This was published under the 2010 to 2015 Conservative and Liberal Democrat coalition government
Speech by the Rt Hon Theresa Villiers MP, Minister of State for Transport.
Thank you for that introduction. Finding the best way for aviation to grow sustainably and successfully is among the most important transport challenges we face in the modern world. This morning, some of the most knowledgeable commentators from different sides of the debate have discussed their perspectives on that difficult task. I’m delighted now to have this opportunity to set out elements of the coalition’s approach to delivering an aviation industry that can thrive and prosper while also addressing its local environmental impacts and plays its part in combating climate change.
Today, aviation generates around £11 billion a year and employs around 200,000 people directly. It drives our multi-billion pound tourism sector and it helps this island nation trade with the rest of the world by providing vital international connectivity. On the other hand, as other sectors start to decarbonise, aviation’s overall share of carbon emissions looks set to grow significantly in future years unless action is taken. But I think it’s a mistake to see this issue as a binary choice between economic and environmental concerns. The steps needed to decarbonise the economy can open up significant economic opportunities for this country.
Over the past 3 years this country has learned a bitter lesson that unsustainable growth fueled by spiraling levels of government and personal debt can end up being counter-productive and fraught with risk. Well growth which is very heavily dependent on dwindling supplies of fossil fuels and which leaves a hugely expensive climate legacy for future generations also has a major economic downside. As we see Middle East instability push oil prices up the energy security benefits of decarbonising our economy become ever clearer.
The coalition’s approach
One of the coalition’s first acts in government was to cancel the third runway at Heathrow and make clear that we would not support new runways at Gatwick or Stansted. Building new runways at our 3 busiest airports would have made it more difficult to meet our commitments on climate change and left us paying too high a price in terms of the local environmental impact on surrounding communities. The DfT Business Plan promises to make the promotion of sustainable aviation one of our 5 overall priorities for structural reform.
In a few weeks time, we will publish an aviation policy scoping document, asking strategic questions to inform the development of a sustainable framework for the future of UK aviation. We aim to conclude that process in 2013 after a wide ranging national debate and extensive engagement with industry, environmentalists, community groups and the full range of stakeholders.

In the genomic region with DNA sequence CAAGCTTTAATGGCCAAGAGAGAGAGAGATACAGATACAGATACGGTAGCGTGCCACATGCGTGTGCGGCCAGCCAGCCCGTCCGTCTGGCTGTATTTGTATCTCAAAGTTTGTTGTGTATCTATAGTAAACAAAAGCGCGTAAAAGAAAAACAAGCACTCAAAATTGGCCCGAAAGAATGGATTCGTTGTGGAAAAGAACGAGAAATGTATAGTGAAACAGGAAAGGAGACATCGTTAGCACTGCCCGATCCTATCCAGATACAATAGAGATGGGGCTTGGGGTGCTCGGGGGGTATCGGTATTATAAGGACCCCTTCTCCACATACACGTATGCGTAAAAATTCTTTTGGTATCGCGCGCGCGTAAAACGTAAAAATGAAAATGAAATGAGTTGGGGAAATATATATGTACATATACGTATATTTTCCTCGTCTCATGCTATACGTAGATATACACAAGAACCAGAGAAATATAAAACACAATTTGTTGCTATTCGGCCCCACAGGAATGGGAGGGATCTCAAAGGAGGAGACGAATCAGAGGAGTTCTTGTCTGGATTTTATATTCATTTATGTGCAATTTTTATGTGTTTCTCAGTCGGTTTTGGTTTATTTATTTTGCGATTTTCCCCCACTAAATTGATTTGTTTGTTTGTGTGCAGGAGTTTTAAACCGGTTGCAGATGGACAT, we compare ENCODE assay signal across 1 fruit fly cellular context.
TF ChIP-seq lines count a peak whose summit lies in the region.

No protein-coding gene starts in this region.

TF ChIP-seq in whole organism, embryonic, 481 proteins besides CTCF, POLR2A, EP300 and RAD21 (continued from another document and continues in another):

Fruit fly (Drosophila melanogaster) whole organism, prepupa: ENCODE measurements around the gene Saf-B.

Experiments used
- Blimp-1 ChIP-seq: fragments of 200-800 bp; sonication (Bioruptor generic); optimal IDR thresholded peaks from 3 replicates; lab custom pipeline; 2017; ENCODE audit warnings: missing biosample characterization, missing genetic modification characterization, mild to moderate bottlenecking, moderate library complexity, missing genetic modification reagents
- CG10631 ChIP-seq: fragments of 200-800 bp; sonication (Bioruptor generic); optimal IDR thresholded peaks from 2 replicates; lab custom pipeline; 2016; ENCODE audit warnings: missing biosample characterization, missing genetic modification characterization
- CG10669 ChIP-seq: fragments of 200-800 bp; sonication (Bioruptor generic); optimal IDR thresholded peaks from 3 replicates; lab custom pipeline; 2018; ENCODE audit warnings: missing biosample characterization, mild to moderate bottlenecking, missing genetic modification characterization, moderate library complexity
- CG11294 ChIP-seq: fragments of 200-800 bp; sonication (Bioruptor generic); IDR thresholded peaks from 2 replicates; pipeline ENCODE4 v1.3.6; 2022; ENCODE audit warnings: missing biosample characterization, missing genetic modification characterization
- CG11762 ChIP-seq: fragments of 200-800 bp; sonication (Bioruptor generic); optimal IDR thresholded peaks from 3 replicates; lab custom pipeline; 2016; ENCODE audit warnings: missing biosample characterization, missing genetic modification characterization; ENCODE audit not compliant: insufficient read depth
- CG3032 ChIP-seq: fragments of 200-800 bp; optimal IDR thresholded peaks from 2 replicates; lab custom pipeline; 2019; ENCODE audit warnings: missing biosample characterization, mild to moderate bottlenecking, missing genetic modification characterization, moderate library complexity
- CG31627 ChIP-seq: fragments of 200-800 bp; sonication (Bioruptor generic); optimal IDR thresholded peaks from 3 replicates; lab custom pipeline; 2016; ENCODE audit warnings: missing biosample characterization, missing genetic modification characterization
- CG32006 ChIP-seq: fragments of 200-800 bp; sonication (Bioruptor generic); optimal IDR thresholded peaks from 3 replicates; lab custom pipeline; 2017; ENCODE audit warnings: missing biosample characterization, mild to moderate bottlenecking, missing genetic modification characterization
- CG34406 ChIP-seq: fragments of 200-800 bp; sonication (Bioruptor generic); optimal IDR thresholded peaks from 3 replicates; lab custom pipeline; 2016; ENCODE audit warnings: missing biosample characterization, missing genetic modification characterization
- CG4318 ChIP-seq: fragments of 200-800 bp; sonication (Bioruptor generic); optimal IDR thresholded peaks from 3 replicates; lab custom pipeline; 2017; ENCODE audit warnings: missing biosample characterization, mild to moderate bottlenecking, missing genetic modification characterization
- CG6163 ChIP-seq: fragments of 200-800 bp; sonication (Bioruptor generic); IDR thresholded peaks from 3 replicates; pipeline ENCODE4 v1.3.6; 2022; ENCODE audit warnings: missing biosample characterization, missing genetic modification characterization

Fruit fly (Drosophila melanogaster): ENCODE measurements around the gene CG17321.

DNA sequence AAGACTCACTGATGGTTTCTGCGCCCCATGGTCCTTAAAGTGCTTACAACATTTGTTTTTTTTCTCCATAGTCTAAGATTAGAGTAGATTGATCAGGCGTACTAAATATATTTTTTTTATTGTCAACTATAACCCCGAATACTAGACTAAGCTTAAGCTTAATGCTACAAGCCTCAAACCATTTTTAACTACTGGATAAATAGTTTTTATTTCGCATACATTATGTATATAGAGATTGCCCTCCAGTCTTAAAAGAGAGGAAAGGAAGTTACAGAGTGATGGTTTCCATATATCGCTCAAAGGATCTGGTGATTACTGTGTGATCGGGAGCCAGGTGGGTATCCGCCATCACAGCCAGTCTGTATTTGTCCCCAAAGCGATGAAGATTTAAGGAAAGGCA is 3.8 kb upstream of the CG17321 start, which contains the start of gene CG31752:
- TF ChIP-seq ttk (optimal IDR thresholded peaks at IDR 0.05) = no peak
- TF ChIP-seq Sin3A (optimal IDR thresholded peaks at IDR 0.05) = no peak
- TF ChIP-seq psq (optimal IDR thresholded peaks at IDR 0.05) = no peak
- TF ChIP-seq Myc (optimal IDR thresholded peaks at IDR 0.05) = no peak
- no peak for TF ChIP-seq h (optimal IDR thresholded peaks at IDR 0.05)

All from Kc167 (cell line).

In recent years, the debate has become increasingly polarised. We want to try to build more of a consensus that recognises the crucial benefits that aviation brings to our society and our economy, but also acknowledges the need for restraint and for aviation to do more to address its environmental impacts. However, the process for producing that strategy over the next 2 years does not mean we stand still on our efforts to deliver important aviation policy goals.
Better not bigger
I fully recognise how vital it is that our major airports provide efficient and high quality gateways to the rest of the world. So I want to emphasise that our decision to reject 3 new runways does not mean that we don’t care about the quality of service provided by our airports. Our decision to reject those 3 runways means that it has become even more important to make the most of the airport capacity we already have, in the UK in general and south east in particular. I strongly believe that there are significant changes we can make to improve the quality of the passenger experience within current capacity constraints. In short, it is possible to make our airports better without having to make them bigger and we’ve got a range of initiatives underway to deliver that.
We will be introducing legislation in the next Parliamentary session to modernise and improve airport economic regulation to improve the quality of service that passengers receive at designated airports. Rather than focusing the bulk of regulatory action on a single price review every 5 years, the new licence based system we propose should enhance the effectiveness of the CAA by enabling it to intervene more quickly if an airport is failing its customers. Put simply, we’ll give the CAA the powers it needs to become a more responsive regulator throughout the control period, not just every 5 years.
We have established the South East Airports Taskforce to harness industry expertise to help deliver the change needed to improve the passenger experience for air travelers. The remit of the Taskforce focuses on Gatwick, Heathrow and Stansted but I firmly believe that its work will also benefit other airports across the country.
We want to create the right conditions for regional airports to flourish. They have an important role to play in the regional economies we want ensure they are successful as part of our efforts to close the prosperity gap between north and south. So it is important that the work of the Taskforce benefits airports across the country.
The issues the group is considering include border queues, security and resilience. Securing our border against crime, terror and illegal immigration is vital in these difficult times. We are working with the Home Office and the UK Border Agency on improving the way border checks are conducted for air passengers. The impressive work being done by UKBA, particularly with new technology, is focused on delivering this crucial policy goal in a way which minimises inconvenience for passengers.
We are also analysing ways in which the regulatory framework for aviation security might be reformed to address security queues and improve efficiency while maintaining the same high levels of passenger security, or better. The aviation industry told us that the system we inherited from the last government can be too prescriptive and process-driven. So we are working on a fresh approach that will set the industry demanding outcomes to achieve but give them more flexibility to find the best and most efficient and passenger friendly way to deliver those outcomes.
A Taskforce sub-group led by the CAA is looking at resilience and delays. We hope to find collaborative solutions and improvements to operating practices that both airports and airlines can sign up to. Getting buy in from both sides can enhance the effectiveness of the changes we’re discussing.